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Farm production diversity: is it important for dietary diversity? Panel data evidence from Uganda
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The substantial existence of malnutrition globally, especially in developing countries, has usually driven policy initiatives to focus on improving household food security and nutrition primarily through prioritizing farm production diversity. Although indeed some empirical evidence has pointed to farm production diversity remedying malnutrition, other evidence has pointed to markets. Therefore, evidence is mixed and may be country or region variant. To contribute to closing such a gap in the literature, we used three waves of national panel survey data from Uganda and panel regression models to investigate associations between farm production diversity and dietary diversity, as well as impact pathways. We found that farm production diversity was positively and significantly associated with household dietary diversity. Farm production diversity influenced dietary diversity through own farm production, and market consumption food security pathways. The own farm production pathway showed a stronger associated impact. Increasing food expenditure by 1000 UGX via own farm production yielded an eight percentage point increment in household dietary diversity, while an equal expenditure via markets yielded a 5.3 percentage point increment. We also found existence of gender effects. Male headed households were associated with relatively poorer household dietary diversity. These findings could have broader implications for countries practicing smallholder agriculture.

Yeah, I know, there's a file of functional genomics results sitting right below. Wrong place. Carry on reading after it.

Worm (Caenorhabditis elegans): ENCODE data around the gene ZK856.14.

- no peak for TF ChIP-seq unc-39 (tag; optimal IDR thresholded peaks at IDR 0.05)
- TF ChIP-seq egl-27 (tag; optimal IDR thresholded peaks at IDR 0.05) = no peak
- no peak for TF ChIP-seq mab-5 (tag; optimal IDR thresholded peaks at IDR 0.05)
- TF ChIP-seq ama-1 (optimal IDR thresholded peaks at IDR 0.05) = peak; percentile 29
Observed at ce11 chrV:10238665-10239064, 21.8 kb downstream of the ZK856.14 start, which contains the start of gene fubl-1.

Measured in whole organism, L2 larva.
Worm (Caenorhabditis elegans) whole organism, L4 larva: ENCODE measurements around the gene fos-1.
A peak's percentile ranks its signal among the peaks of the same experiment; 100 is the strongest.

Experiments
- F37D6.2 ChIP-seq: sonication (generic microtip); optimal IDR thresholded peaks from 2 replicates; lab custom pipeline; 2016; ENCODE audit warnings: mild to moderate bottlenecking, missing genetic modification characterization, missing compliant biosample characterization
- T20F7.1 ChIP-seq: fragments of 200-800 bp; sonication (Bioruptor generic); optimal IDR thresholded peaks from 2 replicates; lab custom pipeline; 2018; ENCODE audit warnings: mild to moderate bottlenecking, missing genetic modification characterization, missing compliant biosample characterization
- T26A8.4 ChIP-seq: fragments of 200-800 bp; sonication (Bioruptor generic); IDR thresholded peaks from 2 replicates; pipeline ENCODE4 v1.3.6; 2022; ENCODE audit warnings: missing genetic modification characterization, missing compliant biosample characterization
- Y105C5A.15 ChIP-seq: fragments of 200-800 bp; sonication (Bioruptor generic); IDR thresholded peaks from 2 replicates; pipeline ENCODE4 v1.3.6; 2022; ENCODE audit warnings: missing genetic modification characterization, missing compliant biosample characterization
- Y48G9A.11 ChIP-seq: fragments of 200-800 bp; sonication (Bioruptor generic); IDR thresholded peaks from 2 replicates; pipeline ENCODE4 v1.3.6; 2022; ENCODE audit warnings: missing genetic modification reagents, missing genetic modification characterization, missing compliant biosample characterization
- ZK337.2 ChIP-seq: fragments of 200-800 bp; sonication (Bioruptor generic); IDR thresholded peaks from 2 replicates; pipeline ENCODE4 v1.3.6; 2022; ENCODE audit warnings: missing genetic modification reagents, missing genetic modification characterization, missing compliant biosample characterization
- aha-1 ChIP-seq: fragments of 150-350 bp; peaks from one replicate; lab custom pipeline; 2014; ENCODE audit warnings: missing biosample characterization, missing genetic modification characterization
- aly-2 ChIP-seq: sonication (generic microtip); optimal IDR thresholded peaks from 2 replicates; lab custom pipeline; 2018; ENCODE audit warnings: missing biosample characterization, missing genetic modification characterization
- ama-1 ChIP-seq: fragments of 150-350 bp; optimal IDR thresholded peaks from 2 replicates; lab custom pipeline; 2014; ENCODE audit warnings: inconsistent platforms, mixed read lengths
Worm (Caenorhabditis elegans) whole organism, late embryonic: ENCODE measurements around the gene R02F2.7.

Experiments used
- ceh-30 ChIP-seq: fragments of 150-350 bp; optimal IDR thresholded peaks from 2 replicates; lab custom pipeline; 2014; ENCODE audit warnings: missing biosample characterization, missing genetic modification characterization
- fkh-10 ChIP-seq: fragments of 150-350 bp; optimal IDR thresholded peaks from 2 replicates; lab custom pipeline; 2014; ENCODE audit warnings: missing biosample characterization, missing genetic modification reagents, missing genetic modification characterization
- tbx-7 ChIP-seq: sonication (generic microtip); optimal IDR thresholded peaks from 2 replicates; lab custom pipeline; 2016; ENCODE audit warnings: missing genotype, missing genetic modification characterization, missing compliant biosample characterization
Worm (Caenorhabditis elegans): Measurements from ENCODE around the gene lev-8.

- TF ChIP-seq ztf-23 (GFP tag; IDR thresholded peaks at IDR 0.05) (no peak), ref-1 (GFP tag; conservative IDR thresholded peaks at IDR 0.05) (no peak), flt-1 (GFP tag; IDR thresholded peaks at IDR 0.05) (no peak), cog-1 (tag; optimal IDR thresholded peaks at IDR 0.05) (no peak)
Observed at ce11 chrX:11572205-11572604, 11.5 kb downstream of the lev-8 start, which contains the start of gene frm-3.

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Permanent link to this itemhttps://hdl.handle.net/20.500.12478/6799
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